ebooksA year of political gossip, levity and intrigue from the sharpest pen in Westminster
Life and Style
Approaching sale shopping in a smart way means that you’ll get the most out of your money
life + styleSales shopping tips and tricks from the experts
News
newsIt was due to be auctioned off for charity
News
Coca-Cola has become one of the largest companies in the world to push staff towards switching off their voicemails, in a move intended to streamline operations and boost productivity
peopleCoca-Cola staff urged to switch it off to boost productivity
Environment
Sir David Attenborough
environment... as well as a plant and a spider
Voices
'That's the legal bit done. Now on to the ceremony!'
voicesThe fight for marriage equality isn't over yet, says Siobhan Fenton
Latest stories from i100
Have you tried new the Independent Digital Edition apps?
Independent Dating
and  

By clicking 'Search' you
are agreeing to our
Terms of Use.

iJobs Job Widget
iJobs Money & Business

The Jenrick Group: Night Shift Operations Manager

£43500 per annum + pension + holidays: The Jenrick Group: Night Shift Operatio...

SThree: Trainee Recruitment Consultant - LONDON

£20000 - £25000 per annum + OTE £40,000 + Car + Pension: SThree: SThree are a ...

SThree: Trainee Recruitment Consultant

£20000 - £25000 per annum + OTE £35K: SThree: We consistently strive to be the...

SThree: Graduate Recruitment Consultant

£20000 - £25000 per annum + OTE £35000: SThree: SThree are a global FTSE 250 b...

Day In a Page

Isis in Iraq: Yazidi girls killing themselves to escape rape and imprisonment by militants

'Jilan killed herself in the bathroom. She cut her wrists and hanged herself'

Yazidi girls killing themselves to escape rape and imprisonment
Ed Balls interview: 'If I think about the deficit when I'm playing the piano, it all goes wrong'

Ed Balls interview

'If I think about the deficit when I'm playing the piano, it all goes wrong'
He's behind you, dude!

US stars in UK panto

From David Hasselhoff to Jerry Hall
Grace Dent's Christmas Quiz: What are you – a festive curmudgeon or top of the tree?

Grace Dent's Christmas Quiz

What are you – a festive curmudgeon or top of the tree?
Nasa planning to build cloud cities in airships above Venus

Nasa planning to build cloud cities in airships above Venus

Planet’s surface is inhospitable to humans but 30 miles above it is almost perfect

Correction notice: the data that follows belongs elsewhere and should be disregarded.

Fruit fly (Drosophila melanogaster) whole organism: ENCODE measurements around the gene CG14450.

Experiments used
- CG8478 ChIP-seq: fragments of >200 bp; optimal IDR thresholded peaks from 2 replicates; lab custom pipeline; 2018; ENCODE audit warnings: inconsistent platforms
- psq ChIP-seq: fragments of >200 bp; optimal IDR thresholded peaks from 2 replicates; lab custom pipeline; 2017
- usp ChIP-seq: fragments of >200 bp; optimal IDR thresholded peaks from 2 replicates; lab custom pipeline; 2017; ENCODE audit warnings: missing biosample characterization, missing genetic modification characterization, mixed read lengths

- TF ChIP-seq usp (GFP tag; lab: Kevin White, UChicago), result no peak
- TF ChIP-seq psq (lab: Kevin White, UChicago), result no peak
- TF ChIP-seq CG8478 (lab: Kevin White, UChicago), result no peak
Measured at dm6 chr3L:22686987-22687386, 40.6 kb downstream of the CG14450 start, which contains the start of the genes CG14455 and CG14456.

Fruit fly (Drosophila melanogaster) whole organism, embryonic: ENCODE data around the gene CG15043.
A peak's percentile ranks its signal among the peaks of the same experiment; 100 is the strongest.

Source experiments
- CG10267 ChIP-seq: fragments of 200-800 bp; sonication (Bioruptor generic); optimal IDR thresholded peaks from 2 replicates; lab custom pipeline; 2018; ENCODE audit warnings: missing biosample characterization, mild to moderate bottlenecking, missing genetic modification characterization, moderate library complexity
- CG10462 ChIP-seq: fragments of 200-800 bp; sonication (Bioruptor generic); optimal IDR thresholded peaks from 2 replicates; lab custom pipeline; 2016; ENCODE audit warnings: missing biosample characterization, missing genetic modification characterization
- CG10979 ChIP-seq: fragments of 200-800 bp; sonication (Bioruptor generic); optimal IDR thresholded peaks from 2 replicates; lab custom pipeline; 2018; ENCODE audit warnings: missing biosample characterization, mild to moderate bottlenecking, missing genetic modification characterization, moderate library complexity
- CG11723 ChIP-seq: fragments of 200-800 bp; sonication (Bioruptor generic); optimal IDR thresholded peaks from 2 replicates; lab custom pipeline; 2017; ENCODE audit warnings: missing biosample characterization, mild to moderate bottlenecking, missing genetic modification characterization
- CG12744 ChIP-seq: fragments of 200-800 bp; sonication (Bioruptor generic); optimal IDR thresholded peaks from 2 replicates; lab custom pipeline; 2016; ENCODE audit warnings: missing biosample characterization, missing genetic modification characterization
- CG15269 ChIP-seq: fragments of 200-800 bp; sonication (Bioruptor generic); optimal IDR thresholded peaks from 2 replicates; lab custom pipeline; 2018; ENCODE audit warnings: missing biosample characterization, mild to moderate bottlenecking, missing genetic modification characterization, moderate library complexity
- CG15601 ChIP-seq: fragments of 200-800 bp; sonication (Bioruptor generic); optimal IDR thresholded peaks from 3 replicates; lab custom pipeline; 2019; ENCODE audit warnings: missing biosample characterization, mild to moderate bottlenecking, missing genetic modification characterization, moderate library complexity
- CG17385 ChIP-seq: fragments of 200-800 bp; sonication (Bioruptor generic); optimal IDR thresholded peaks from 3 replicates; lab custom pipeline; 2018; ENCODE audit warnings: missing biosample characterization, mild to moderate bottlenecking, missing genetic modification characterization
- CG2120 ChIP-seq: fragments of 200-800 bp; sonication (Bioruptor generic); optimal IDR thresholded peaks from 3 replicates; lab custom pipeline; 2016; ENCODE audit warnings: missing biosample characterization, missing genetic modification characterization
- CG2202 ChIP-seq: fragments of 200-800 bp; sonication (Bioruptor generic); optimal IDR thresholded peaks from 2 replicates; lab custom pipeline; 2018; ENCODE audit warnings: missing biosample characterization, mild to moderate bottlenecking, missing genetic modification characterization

Surrounded by high-rise flats is a little house filled with Lebanon’s history - clocks, rifles, frogmen’s uniforms and colonial helmets

Clocks, rifles, swords, frogmen’s uniforms

Surrounded by high-rise flats is a little house filled with Lebanon’s history
Return to Gaza: Four months on, the wounds left by Israel's bombardment have not yet healed

Four months after the bombardment, Gaza’s wounds are yet to heal

Kim Sengupta is reunited with a man whose plight mirrors the suffering of the Palestinian people
Gastric surgery: Is it really the answer to the UK's obesity epidemic?

Is gastric surgery really the answer to the UK's obesity epidemic?

Critics argue that it’s crazy to operate on healthy people just to stop them eating
Homeless Veterans appeal: Christmas charity auction Part 2 - now LIVE

Homeless Veterans appeal: Christmas charity auction

Bid on original art, or trips of a lifetime to Africa or the 'Corrie' set, and help Homeless Veterans
Pantomime rings the changes to welcome autistic theatre-goers

Autism-friendly theatre

Pantomime leads the pack in quest to welcome all
The week Hollywood got scared and had to grow up a bit

The week Hollywood got scared and had to grow up a bit

Sony suffered a chorus of disapproval after it withdrew 'The Interview', but it's not too late for it to take a stand, says Joan Smith
From Widow Twankey to Mother Goose, how do the men who play panto dames get themselves ready for the performance of a lifetime?

Panto dames: before and after

From Widow Twankey to Mother Goose, how do the men who play panto dames get themselves ready for the performance of a lifetime?
Thirties murder mystery novel is surprise runaway Christmas hit

Thirties murder mystery novel is surprise runaway Christmas hit

Booksellers say readers are turning away from dark modern thrillers and back to the golden age of crime writing
Anne-Marie Huby: 'Charities deserve the best,' says founder of JustGiving

Anne-Marie Huby: 'Charities deserve the best'

Ten million of us have used the JustGiving website to donate to good causes. Its co-founder says that being dynamic is as important as being kind
The botanist who hunts for giant trees at Kew Gardens

The man who hunts giants

A Kew Gardens botanist has found 25 new large tree species - and he's sure there are more out there